Breed Organization American Paint Horse Association APHA Website: http://www.apha.com Native Country United States Of America Other Names N/A Average Height ------------ Adult Weight ------------ Rider Experience Level Based on level of training.
Not satisfied to be only a color breed based entirely on coat patterns, the founders of APHA also set strict standards of conformation, athletic
ability and performance, as well as demanding intelligence, a calm temperament and a willing disposition. As proof of their commitment to these ideals,
the founders instituted a stringent stallion inspection program that remained in effect until the breed was well established.
To be eligible for registry with the APHA, horses had to come from stock registered with one of four recognized organizations: the American Paint
Quarter Horse Association, the American Paint Stock Horse Association, the Jockey Club, or the American Quarter Horse Association. Today, the three
recognized organizations are the APHA, the AQHA and the Jockey Club. And even though solid-colored horses with Paint Horse bloodlines are included in
the APHA registry as breeding stock, the association maintains color requirements for registration in the Regular Registry.
The colorful coat pattern is essential to the identity of the breed, and preserving these unique coat patterns is the purpose for which the association
The American Paint Horse Association has come a long way since its formation. At that time there were approximately 3,800 horses in the registry. Since
then, the APHA and its members have so effectively nurtured the breed that today the registry contains the pedigrees of more than 362,000 horses. This
number continues to grow as nearly 41,000 foals are registered each year. Once an organization promoted and operated from a kitchen table in
Gainesville, Texas, the APHA now conducts business on a global scale and has become one of the fastest-growing breed registries. It is the
second-largest equine registry, in terms of the number of horses registered annually, in the United States. While the association's main purpose is to
record Paint Horse pedigrees, it is also dedicated to preserving and promoting the history, breeding, training, racing, showing, sales and enjoyment of
The American Paint Horse Association is at the hub of a wheel made up of nearly 62,000 members. The strong network of regional clubs and international
affiliates are the spokes of the wheel, keeping members in close contact with one another so they can share their interests and activities.
Breed Description Built for versatility, the American Paint Horse is generally short-coupled, strong-boned and well balanced. Yet Paints display a remarkable
degree of refinement and beauty, especially about the head and neck.
The Paint Horse's colorful coat pattern defines the breed, because it is perhaps the most obvious trait. However, Paint Horses must also
possess a distinct stock-type conformation. Paints come in an endless variety of patterns. Their coat is always a combination of white with any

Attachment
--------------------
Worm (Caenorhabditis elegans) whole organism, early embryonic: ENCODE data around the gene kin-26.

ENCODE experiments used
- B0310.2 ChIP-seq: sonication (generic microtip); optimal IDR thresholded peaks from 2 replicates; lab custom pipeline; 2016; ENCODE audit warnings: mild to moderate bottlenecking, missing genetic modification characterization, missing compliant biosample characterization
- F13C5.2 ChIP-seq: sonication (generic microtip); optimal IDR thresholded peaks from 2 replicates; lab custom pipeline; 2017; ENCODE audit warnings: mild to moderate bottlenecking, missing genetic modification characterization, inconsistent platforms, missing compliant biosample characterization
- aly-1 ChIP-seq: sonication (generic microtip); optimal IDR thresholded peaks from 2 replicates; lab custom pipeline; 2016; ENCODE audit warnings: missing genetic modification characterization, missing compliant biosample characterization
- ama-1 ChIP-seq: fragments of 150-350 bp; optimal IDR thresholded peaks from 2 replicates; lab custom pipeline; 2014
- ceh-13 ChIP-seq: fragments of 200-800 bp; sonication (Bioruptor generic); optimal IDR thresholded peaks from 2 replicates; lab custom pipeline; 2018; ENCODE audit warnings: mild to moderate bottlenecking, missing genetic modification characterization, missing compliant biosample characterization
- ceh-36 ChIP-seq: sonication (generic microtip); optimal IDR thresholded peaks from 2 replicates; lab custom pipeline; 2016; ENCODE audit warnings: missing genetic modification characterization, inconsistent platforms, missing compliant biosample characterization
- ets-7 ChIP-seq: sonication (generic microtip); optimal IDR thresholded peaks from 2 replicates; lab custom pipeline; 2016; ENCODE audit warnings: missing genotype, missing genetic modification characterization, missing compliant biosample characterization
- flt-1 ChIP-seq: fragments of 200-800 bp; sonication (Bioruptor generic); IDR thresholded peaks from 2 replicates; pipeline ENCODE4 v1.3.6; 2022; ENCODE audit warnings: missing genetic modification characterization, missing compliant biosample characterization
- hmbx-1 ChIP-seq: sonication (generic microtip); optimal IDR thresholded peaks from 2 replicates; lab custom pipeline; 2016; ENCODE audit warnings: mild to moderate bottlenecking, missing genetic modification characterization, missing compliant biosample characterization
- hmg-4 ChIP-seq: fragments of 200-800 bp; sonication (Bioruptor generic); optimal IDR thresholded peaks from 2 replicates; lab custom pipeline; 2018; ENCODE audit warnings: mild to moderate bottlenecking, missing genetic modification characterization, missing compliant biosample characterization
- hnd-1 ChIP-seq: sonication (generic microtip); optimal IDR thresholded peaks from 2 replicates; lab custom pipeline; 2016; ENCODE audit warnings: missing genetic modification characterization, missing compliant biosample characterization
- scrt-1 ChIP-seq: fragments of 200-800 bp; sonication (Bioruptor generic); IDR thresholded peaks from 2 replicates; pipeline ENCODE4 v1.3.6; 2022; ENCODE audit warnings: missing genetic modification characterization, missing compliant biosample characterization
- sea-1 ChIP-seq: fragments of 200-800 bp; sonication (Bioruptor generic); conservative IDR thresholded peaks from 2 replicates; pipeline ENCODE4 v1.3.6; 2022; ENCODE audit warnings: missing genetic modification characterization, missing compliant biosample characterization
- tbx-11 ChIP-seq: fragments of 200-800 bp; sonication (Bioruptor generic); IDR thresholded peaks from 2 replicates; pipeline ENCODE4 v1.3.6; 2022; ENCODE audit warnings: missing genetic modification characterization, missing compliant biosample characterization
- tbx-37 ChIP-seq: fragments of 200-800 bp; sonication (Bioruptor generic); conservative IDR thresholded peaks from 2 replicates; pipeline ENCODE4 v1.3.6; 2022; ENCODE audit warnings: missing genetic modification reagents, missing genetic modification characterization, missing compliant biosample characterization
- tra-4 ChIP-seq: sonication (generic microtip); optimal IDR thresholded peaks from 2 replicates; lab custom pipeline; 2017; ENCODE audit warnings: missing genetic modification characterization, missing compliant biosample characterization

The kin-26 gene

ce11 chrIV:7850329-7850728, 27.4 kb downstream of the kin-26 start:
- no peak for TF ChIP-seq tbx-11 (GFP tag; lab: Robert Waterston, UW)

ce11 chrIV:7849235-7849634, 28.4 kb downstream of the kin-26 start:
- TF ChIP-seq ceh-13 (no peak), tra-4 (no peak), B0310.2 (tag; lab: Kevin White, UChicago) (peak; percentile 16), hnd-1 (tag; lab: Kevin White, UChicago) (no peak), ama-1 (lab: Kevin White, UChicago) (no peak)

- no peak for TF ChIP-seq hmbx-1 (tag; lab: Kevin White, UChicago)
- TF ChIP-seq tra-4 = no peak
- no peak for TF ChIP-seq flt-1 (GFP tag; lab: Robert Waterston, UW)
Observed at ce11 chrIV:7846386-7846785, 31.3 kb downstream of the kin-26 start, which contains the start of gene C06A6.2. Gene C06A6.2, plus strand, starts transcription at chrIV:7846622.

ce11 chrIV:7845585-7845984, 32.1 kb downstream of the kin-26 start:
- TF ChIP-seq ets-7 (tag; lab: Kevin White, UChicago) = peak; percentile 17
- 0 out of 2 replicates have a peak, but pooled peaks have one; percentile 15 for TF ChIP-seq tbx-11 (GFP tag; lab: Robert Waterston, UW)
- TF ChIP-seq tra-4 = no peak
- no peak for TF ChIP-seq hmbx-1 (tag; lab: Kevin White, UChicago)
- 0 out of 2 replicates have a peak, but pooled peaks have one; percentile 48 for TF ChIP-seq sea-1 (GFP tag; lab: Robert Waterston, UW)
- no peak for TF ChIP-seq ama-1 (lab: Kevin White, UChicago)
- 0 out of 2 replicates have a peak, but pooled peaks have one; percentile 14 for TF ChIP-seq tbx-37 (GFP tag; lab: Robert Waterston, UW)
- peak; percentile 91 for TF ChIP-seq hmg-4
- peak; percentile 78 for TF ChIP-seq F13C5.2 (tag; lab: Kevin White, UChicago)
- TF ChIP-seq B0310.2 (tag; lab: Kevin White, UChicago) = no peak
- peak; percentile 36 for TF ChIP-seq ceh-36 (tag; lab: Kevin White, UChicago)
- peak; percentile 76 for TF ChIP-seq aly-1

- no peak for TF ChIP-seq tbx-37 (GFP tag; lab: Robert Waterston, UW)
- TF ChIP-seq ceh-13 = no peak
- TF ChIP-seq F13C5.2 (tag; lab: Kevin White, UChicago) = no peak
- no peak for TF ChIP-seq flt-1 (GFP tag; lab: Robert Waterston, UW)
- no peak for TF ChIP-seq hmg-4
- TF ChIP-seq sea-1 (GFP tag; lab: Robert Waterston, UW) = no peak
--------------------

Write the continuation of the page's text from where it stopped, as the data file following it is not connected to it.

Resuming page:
of the basic colors common to horses: black, bay, brown, chestnut, dun, grulla, sorrel, palomino, gray and roan. Regardless of color, no two
horses are exactly alike in coat pattern.
For registration and breeding purposes, American Paint Horses are categorized by three distinctive types of coat pattern. The tobiano
(pronounced: tow be yah' no) pattern is distinguished by head markings like those of a solid-colored horse; their heads may be completely
solid, or have a blaze, strip, star or snip. Generally, all four of the tobiano's legs are white, at least below the hocks and knees. Their
spots are regular and distinctly oval or round, extending down the neck and chest, giving the appearance of a shield. Usually a tobiano will
have the dark color on one or both flanks - although a tobiano may be either predominantly dark or white. The tail is often two colors.
The overo (pronounced: oh vair' oh) pattern may also be either predominantly dark or white. But typically, the white on an overo will not
cross the back of the horse between its withers and its tail. Generally, one or all four legs will be dark. Also notable is that overos have
bold white head markings, such as a bald face. Overos generally have irregular, scattered markings. The horse's tail is usually one color.
Not all coat patterns fit neatly into the tobiano or overo categories. For this reason, a number of years ago the APHA expanded its
classifications to include "tovero" (pronounced: tow vair' oh) to describe horses that have characteristics of both the tobiano and
overo patterns. What is especially fascinating about Paint Horse breeding is that the genetics of coat color inheritance is still not
readily understood. Like when diving for treasure not every oyster produces a pearl, not every breeding of two Paint Horses results in a
colored foal. This makes each Painted foal that much more valuable.
History Descended from horses introduced by the Spanish conquistadors, Paints became part of the herds of wild horses that roamed the Western deserts
and plains. Once domesticated, because of their working ability and heart, the Paint was cherished by cowboys for cattle work. Native Americans
revered the Paint, which they believed to possess magical powers.
While over the years the conformation and athletic ability of those rugged
mounts of the Old West have been improved by breeders, the unusual coat patterns and coloring remain the same.
Behavior The stock-type conformation, intelligence, and willing attitude make the American Paint Horse an excellent horse for pleasure riding,
ranch work, rodeo, trail riding, racing, showing, or simply as a friendly mount for the kids.